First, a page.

From Pearl Brewery, we continue north along B Street to our heavily researched, slightly out of the way lunch destination: Smoke Shack. We split the two meat plate with brisket and pulled pork. The pork (slathered in this incredible sweet and spicy mustard sauce) and mac and cheese were my personal favorites. It was the perfect amount of food. The banana pudding (which I had my heart set on) was not ready yet, so we settle for a pecan bar. After lunch, we walk back towards downtown via Brackenridge Park, sharing bites of the nutty dessert.
Back at the hotel, the afternoon lull brings its own share of nuttiness. Even more polarizing than my political preferences is my affinity for Bravo’s Real Housewives franchise. New York City is my personal favorite. However, during my travels, I just so happened to find a hilarious podcast recapping the concurrent season of Beverly Hills. Bitch Sesh is hosted by the charmingly cutting duo of Casey Wilson and Danielle Schneider. I find their comedic rapport so captivating that I often listen to the podcast before having watched the episode being discussed. Anyway, that afternoon we rest our feet and eyes and engage our ears with a couple delightful episodes.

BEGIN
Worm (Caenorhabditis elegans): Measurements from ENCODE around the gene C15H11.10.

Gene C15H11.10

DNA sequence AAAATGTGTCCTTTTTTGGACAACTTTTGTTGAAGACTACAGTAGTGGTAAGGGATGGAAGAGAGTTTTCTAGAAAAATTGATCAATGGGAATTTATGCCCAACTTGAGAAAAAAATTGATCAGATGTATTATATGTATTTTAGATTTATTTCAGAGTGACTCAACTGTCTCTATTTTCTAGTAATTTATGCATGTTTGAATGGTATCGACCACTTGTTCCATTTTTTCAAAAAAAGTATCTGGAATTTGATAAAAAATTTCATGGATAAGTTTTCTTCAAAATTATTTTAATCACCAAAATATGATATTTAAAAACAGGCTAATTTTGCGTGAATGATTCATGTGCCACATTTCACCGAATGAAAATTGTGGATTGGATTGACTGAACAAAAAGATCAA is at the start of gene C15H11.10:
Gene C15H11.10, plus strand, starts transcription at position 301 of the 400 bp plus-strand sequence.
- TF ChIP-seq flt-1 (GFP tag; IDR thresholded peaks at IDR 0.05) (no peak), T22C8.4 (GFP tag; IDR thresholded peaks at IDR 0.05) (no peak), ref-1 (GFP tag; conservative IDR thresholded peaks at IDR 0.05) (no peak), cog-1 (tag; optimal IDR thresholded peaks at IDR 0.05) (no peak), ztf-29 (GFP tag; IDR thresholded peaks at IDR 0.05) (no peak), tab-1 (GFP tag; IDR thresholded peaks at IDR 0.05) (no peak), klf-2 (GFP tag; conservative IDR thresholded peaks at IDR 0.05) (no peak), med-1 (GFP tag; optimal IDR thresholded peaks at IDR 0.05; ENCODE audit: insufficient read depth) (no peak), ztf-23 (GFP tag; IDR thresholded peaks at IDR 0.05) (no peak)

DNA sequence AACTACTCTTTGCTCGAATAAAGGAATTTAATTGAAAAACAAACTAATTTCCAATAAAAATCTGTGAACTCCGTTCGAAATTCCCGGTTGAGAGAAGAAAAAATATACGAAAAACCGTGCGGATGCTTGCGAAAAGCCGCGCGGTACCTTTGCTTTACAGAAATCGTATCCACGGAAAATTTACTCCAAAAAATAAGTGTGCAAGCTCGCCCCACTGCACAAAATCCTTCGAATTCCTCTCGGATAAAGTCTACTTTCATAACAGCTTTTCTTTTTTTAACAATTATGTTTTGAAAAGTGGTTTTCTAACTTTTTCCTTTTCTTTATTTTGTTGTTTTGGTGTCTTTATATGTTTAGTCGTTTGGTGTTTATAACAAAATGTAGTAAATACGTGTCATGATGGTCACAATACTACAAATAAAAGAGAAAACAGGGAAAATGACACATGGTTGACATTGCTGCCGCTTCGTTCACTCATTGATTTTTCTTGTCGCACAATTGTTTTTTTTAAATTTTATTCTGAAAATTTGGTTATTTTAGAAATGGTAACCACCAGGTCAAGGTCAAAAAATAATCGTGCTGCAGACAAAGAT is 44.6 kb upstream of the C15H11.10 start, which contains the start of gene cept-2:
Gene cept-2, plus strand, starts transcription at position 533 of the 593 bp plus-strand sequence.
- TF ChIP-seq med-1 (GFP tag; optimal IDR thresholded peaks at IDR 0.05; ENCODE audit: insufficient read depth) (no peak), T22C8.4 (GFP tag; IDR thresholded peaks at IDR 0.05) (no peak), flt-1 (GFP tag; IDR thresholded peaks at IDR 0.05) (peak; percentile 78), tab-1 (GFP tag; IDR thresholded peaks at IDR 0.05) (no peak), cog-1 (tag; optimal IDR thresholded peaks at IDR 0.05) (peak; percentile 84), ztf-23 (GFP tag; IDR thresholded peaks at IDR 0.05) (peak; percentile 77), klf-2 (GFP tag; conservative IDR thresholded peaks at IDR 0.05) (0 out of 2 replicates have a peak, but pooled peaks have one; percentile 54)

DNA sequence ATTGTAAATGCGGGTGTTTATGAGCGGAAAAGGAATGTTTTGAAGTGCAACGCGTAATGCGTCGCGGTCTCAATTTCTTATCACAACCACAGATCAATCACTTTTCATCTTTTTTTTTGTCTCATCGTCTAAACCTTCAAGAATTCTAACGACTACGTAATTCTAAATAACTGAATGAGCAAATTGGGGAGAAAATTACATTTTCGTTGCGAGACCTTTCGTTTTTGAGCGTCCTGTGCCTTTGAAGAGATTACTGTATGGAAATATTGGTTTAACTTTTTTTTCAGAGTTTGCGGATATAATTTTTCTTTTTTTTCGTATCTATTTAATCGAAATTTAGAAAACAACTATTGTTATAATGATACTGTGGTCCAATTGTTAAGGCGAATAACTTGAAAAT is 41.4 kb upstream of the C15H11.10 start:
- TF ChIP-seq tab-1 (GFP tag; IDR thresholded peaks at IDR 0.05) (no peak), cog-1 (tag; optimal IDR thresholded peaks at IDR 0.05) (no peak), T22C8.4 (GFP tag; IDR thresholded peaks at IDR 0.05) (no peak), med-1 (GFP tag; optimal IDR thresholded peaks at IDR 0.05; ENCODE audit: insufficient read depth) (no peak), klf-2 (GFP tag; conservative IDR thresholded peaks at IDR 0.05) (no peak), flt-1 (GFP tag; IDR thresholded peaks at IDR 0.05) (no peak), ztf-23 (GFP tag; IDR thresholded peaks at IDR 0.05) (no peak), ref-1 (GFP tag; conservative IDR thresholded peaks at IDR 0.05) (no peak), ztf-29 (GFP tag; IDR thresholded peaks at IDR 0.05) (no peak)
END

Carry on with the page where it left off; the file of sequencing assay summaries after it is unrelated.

As happy hour approaches, still reeling from Bitch Sesh’s investigative journalism, we head to Esquire Tavern. The historic haunt features a long bar and plenty of indoor seating. But the best seats in the house are the outdoor tables overlooking the Riverwalk. We manage to successfully snag one and order drinks. The nuestra margarita is refreshing and philanthropic. $1 of the proceeds from each cocktail goes to the Tequila Interchange Project – a nonprofit focused on sustainable practices within the industry. Clearish eyes, full stomachs, can’t lose.